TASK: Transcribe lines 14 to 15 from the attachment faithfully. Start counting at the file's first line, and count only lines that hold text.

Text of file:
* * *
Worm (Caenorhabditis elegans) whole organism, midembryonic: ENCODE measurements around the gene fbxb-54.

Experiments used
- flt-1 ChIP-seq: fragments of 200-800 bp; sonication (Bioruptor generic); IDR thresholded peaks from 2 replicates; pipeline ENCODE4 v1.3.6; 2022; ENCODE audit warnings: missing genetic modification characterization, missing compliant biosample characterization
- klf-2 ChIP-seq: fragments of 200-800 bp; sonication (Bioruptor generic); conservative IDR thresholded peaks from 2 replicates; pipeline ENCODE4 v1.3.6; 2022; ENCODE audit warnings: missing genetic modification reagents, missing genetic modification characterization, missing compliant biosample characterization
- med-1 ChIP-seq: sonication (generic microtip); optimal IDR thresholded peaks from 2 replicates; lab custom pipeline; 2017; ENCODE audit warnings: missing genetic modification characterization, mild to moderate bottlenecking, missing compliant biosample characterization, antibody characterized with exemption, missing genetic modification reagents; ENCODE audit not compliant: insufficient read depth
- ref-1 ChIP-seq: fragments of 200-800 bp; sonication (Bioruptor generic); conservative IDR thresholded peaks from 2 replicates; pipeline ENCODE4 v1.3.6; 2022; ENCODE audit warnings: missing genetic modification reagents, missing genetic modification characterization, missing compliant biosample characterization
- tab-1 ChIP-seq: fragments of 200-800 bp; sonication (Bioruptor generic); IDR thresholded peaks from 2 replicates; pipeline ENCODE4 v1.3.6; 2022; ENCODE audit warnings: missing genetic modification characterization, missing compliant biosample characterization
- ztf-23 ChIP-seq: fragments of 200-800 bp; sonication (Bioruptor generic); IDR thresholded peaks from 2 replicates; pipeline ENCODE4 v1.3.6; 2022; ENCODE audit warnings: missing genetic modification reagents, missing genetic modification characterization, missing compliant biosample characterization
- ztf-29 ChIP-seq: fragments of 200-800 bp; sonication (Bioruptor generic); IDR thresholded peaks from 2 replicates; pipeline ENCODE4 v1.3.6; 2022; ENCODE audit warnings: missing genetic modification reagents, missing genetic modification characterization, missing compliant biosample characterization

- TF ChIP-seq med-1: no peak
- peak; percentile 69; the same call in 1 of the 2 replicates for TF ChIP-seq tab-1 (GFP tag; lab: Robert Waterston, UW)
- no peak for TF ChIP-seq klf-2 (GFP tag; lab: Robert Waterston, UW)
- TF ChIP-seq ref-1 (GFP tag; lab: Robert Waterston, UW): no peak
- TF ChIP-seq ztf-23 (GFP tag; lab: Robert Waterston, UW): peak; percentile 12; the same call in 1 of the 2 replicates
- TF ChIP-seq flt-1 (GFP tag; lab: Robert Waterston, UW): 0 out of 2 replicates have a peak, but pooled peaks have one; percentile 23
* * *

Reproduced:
- TF ChIP-seq ztf-23 (GFP tag; lab: Robert Waterston, UW): peak; percentile 12; the same call in 1 of the 2 replicates
- TF ChIP-seq flt-1 (GFP tag; lab: Robert Waterston, UW): 0 out of 2 replicates have a peak, but pooled peaks have one; percentile 23